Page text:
We provide -- and strongly recommend using -- a core library for fuzzers: aiken/fuzz (opens in a new tab). This library contains valuable primitives that go through the hassle of abstracting the management of the pseudo-randomness on your behalf so that writing fuzzers becomes bliss. Use it without moderation!

use aiken/fuzz
test prop_is_non_negative(n: Int via {
  n >= 0

A Fuzzer is introduced as a special annotation for the argument using the via keyword and must be of type Fuzzer<a> (although a must be instantiated to a concrete type!). In the example above, it is of type Fuzzer<Int>. There's thus a direct relation between the type of an argument and the type carried by its fuzzer! Therefore, the type annotation for the argument is entirely optional since it is redundant with the fuzzer.

Composing fuzzers

Fuzzers can be composed directly inline after the via keyword:

use aiken/fuzz
test prop_list(xs: List<Int> via fuzz.list( {

They can also be defined into separate functions and called by names:

use aiken/fuzz
fn my_fuzzer() -> Fuzzer<List<Int>> {
test prop_list(xs: List<Int> via my_fuzzer()) {

Property test reports

Akin to unit tests, properties are executed using the aiken check command. They provide a report highlighting the number of random samples checked and a simplified counterexample in case of failure. For example, if we run our prop_is_non_negative above operating on int, we get the following:

As you can see, the property is invalidated by negative values generated by the int() fuzzer. The counterexample is shown directly in the test report, along with the number of tests that ran until a counterexample was found.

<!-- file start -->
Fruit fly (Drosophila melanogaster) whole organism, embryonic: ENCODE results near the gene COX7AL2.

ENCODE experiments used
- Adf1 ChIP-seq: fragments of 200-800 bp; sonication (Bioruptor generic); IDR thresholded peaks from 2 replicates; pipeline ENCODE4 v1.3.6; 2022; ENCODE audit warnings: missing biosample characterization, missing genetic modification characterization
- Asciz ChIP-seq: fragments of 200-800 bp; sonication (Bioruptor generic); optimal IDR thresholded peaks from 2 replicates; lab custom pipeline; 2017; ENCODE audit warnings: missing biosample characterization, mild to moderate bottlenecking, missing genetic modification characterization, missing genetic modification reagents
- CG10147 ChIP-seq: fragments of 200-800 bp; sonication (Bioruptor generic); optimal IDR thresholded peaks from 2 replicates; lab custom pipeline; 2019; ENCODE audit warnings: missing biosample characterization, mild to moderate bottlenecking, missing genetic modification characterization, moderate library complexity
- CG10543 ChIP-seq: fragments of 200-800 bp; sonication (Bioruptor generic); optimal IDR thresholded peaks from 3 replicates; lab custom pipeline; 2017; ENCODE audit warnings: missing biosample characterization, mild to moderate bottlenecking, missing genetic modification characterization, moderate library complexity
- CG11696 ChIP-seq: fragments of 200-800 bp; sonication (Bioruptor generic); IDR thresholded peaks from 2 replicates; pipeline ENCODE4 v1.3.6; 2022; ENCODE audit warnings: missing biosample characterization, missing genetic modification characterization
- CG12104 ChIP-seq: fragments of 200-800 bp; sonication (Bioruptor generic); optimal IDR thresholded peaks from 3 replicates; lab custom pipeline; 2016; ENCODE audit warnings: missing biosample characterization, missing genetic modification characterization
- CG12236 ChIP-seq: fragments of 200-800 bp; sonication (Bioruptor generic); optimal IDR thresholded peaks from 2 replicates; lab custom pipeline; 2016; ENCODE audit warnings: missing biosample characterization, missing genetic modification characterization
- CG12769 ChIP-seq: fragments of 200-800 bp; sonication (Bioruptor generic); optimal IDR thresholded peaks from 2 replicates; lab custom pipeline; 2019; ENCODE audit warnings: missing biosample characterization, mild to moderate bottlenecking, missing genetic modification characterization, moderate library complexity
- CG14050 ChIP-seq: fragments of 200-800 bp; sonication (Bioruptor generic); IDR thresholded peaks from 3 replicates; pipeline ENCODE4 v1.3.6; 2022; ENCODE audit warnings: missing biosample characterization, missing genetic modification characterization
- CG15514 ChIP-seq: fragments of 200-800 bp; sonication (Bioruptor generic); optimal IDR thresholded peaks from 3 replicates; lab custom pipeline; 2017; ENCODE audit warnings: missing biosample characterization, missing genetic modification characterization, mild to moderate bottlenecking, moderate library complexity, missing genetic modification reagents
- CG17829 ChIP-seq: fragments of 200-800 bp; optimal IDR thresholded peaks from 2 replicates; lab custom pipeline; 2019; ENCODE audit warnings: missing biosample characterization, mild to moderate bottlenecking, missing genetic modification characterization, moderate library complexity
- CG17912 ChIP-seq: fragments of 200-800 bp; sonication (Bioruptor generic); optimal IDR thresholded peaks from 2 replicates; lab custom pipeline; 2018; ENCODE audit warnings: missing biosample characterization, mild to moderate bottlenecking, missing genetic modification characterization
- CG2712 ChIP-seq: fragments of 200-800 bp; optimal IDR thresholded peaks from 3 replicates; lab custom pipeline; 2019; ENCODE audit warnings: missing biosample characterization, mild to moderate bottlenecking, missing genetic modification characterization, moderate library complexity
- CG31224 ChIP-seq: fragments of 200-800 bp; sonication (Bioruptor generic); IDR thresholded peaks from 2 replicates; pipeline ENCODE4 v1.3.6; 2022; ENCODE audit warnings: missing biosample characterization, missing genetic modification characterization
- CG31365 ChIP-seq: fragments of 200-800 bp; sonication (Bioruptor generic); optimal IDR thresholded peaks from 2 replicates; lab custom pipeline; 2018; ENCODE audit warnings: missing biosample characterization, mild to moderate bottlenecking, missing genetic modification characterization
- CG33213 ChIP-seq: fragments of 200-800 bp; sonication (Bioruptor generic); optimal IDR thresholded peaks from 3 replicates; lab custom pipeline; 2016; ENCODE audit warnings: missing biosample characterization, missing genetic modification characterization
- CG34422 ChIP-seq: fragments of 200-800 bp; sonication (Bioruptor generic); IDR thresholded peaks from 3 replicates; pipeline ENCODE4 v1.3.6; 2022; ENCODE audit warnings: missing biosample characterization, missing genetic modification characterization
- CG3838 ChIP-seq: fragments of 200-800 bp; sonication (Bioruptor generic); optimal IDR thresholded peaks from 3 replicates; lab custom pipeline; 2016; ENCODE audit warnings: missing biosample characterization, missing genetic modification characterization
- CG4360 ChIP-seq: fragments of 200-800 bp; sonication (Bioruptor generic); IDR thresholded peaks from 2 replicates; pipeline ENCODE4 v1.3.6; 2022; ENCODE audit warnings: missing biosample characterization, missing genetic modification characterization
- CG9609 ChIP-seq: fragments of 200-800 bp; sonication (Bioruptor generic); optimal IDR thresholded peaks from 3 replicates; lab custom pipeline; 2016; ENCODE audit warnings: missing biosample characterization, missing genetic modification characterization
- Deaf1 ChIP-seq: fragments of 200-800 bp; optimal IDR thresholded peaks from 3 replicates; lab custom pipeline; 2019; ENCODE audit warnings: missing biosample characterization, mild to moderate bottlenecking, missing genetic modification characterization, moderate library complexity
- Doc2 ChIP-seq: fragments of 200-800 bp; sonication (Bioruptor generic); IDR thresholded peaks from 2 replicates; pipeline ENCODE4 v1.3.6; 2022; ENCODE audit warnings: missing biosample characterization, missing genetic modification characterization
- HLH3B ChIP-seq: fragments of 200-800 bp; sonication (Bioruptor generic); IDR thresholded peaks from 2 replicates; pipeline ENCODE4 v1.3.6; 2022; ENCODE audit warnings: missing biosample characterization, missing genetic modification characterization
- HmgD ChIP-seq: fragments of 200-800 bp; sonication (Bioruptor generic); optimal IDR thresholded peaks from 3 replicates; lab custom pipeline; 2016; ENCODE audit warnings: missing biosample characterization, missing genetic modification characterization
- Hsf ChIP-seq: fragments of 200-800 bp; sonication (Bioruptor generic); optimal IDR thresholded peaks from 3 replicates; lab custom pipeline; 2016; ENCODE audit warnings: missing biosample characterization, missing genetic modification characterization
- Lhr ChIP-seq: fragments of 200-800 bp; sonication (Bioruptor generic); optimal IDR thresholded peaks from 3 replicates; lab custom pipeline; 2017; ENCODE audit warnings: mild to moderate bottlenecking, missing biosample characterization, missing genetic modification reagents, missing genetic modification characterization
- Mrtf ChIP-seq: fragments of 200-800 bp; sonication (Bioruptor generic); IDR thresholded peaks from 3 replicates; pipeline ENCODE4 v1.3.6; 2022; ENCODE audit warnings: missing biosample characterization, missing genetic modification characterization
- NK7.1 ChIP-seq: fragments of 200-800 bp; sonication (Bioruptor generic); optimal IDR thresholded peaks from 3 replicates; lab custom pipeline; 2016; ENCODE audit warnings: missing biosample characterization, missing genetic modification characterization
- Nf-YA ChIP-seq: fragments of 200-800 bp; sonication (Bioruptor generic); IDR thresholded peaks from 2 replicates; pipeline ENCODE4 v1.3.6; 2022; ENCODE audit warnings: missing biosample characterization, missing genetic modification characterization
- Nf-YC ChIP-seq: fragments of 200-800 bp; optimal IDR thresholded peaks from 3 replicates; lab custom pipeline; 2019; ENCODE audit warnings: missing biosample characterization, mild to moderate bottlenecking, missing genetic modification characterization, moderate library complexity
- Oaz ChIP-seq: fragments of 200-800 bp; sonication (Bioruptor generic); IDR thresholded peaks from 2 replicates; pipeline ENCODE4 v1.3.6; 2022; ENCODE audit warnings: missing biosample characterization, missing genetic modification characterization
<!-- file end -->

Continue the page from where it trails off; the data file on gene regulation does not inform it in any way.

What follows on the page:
Often, one wants to assess that specific paths are being explored in a random walk. This is particularly true of complex generators that explore a large domain space. The aiken/fuzz (opens in a new tab) library provides labels for that purpose that are automatically gathered by the framework. Upon success, their distribution across all test runs is shown in the report. Labelling can also be useful to assess a fuzzer's correctness, and we strongly recommend testing your fuzzers! A common pitfall of property-based testing is properties that do not actually test anything due to wrongly defined fuzzers. For example, let's inspect the bool() fuzzer from the aiken/fuzz (opens in a new tab) library:

test prop_bool_distribution(predicate via fuzz.bool()) {
    if predicate {
    } else {

As we can see, the generator is mostly uniform between True and False (phew!). Note that it isn't necessarily exactly 50% due to the random nature of the sample, but it asymptotically converges towards that.

Note that we have passed the extra option --max-success=1000 to the check command here to increase the number of tests run and get a better view of the random sample.

Testing failures

Sometimes, you need to assert that a particular execution path can fail. This is also known as an "expected failure" and is a valid way of asserting the behaviour of a program. Fortunately, you can do this with Aiken, too, by adding fail after the test name. So, for example:

use aiken/math
test must_fail() fail {
  expect Some(result) = math.sqrt(-42)
  result == -1

The fail keyword here works for both unit and property tests, with a subtle difference for property tests. Indeed, a property that is expected to fail will run until it does or until it reaches the maximum number of tries (default to 100, like successes). If the test runner finds 100 tests that satisfy a property expected to fail, the entire test is considered a failure. Said differently, it doesn't stop at the first success.

Running specific tests

aiken check supports flags that allow you to run subsets of all tests in your project.


aiken check -m "aiken/list"

This only runs tests inside the module named aiken/list.

aiken check -m "aiken/option.{flatten}"

This only runs tests within the aiken/option module that contains the word flatten in their name.

aiken check -e -m "aiken/option.{flatten_1}"

You can force an exact match with -e.

aiken check -e -m map_1

This only runs tests in the whole project that exactly match the name map_1.